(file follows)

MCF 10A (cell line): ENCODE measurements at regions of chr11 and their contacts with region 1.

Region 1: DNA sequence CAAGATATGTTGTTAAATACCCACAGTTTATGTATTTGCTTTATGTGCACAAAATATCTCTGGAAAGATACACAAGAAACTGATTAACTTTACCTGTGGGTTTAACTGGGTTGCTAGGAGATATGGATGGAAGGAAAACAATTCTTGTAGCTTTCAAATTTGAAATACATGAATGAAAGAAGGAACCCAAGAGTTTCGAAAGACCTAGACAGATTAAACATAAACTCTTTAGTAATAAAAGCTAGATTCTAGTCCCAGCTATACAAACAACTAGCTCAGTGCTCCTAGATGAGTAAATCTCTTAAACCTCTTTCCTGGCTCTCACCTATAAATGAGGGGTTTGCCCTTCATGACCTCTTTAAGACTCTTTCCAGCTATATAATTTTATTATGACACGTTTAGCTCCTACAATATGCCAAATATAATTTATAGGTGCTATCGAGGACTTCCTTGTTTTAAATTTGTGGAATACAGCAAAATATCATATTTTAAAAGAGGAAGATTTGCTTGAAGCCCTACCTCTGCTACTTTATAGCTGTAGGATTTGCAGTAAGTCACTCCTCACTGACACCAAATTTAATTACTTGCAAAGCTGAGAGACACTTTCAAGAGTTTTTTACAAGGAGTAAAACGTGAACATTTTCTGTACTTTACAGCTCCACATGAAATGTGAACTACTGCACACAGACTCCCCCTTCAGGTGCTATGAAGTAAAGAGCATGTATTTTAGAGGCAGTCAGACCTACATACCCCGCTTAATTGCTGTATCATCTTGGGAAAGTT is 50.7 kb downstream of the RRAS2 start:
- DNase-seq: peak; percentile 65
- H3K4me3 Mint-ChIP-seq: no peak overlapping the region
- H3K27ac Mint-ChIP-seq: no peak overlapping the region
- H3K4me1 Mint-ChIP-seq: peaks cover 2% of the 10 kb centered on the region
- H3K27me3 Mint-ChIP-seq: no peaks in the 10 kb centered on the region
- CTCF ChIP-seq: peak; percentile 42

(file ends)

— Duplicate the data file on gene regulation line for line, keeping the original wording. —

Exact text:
MCF 10A (cell line): ENCODE measurements at regions of chr11 and their contacts with region 1.

Region 1: DNA sequence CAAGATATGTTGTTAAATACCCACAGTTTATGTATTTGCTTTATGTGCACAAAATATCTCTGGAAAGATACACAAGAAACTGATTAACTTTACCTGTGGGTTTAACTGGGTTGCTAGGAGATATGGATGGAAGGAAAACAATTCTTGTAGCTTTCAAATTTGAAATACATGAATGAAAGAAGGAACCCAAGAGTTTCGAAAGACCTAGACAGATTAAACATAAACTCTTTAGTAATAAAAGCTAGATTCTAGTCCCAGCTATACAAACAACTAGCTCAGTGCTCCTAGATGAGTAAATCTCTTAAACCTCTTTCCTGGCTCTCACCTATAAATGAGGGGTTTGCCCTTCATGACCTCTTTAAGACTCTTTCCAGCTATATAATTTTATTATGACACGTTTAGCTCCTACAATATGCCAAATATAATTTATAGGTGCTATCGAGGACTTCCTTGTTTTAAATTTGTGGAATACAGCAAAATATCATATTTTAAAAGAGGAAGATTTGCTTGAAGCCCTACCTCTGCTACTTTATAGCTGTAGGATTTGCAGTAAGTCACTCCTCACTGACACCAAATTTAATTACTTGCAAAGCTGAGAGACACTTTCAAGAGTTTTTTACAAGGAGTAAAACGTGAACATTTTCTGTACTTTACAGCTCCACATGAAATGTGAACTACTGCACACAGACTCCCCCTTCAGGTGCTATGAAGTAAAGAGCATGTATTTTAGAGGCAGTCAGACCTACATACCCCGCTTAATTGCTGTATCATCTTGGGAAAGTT is 50.7 kb downstream of the RRAS2 start:
- DNase-seq: peak; percentile 65
- H3K4me3 Mint-ChIP-seq: no peak overlapping the region
- H3K27ac Mint-ChIP-seq: no peak overlapping the region
- H3K4me1 Mint-ChIP-seq: peaks cover 2% of the 10 kb centered on the region
- H3K27me3 Mint-ChIP-seq: no peaks in the 10 kb centered on the region
- CTCF ChIP-seq: peak; percentile 42